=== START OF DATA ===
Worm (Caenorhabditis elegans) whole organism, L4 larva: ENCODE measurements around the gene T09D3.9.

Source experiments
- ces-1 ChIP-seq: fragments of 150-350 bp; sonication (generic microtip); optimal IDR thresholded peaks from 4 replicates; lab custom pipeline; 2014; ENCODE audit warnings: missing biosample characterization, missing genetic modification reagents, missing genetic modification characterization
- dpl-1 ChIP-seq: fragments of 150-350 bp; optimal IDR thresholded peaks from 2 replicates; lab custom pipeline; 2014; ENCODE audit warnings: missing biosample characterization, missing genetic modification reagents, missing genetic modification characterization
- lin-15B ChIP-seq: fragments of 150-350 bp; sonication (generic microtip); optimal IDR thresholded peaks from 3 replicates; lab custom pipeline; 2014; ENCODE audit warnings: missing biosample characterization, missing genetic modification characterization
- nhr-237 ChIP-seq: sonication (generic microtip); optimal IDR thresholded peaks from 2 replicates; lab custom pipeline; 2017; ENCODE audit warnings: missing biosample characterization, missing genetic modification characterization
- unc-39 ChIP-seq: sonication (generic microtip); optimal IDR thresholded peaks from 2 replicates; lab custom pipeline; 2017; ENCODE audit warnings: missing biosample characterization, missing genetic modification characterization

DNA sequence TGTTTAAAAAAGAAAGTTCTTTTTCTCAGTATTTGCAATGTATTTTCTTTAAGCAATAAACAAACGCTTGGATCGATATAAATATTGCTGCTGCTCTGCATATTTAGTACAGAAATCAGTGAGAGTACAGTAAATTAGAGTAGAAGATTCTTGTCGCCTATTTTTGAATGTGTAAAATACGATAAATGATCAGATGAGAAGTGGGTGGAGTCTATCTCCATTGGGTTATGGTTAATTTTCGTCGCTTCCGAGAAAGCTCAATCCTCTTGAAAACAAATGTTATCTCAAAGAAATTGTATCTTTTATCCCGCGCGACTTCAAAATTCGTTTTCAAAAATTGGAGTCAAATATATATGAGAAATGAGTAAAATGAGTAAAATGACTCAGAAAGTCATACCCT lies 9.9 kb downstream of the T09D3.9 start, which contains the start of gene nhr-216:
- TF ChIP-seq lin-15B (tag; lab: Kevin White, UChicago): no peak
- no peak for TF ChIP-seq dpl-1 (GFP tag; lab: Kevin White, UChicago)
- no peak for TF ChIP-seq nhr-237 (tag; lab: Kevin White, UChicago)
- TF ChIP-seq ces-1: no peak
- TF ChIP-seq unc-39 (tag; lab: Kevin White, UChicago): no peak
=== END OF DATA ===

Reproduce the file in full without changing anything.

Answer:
Worm (Caenorhabditis elegans) whole organism, L4 larva: ENCODE measurements around the gene T09D3.9.

Source experiments
- ces-1 ChIP-seq: fragments of 150-350 bp; sonication (generic microtip); optimal IDR thresholded peaks from 4 replicates; lab custom pipeline; 2014; ENCODE audit warnings: missing biosample characterization, missing genetic modification reagents, missing genetic modification characterization
- dpl-1 ChIP-seq: fragments of 150-350 bp; optimal IDR thresholded peaks from 2 replicates; lab custom pipeline; 2014; ENCODE audit warnings: missing biosample characterization, missing genetic modification reagents, missing genetic modification characterization
- lin-15B ChIP-seq: fragments of 150-350 bp; sonication (generic microtip); optimal IDR thresholded peaks from 3 replicates; lab custom pipeline; 2014; ENCODE audit warnings: missing biosample characterization, missing genetic modification characterization
- nhr-237 ChIP-seq: sonication (generic microtip); optimal IDR thresholded peaks from 2 replicates; lab custom pipeline; 2017; ENCODE audit warnings: missing biosample characterization, missing genetic modification characterization
- unc-39 ChIP-seq: sonication (generic microtip); optimal IDR thresholded peaks from 2 replicates; lab custom pipeline; 2017; ENCODE audit warnings: missing biosample characterization, missing genetic modification characterization

DNA sequence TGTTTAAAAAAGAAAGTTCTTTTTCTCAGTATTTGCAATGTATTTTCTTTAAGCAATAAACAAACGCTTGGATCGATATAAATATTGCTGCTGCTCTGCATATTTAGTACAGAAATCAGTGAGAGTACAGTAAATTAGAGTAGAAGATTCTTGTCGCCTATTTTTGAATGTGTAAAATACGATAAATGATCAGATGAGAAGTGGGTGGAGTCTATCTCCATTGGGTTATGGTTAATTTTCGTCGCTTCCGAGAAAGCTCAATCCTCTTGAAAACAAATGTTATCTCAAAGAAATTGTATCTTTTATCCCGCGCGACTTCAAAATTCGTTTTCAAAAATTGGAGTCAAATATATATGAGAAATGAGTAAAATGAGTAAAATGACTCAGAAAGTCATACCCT lies 9.9 kb downstream of the T09D3.9 start, which contains the start of gene nhr-216:
- TF ChIP-seq lin-15B (tag; lab: Kevin White, UChicago): no peak
- no peak for TF ChIP-seq dpl-1 (GFP tag; lab: Kevin White, UChicago)
- no peak for TF ChIP-seq nhr-237 (tag; lab: Kevin White, UChicago)
- TF ChIP-seq ces-1: no peak
- TF ChIP-seq unc-39 (tag; lab: Kevin White, UChicago): no peak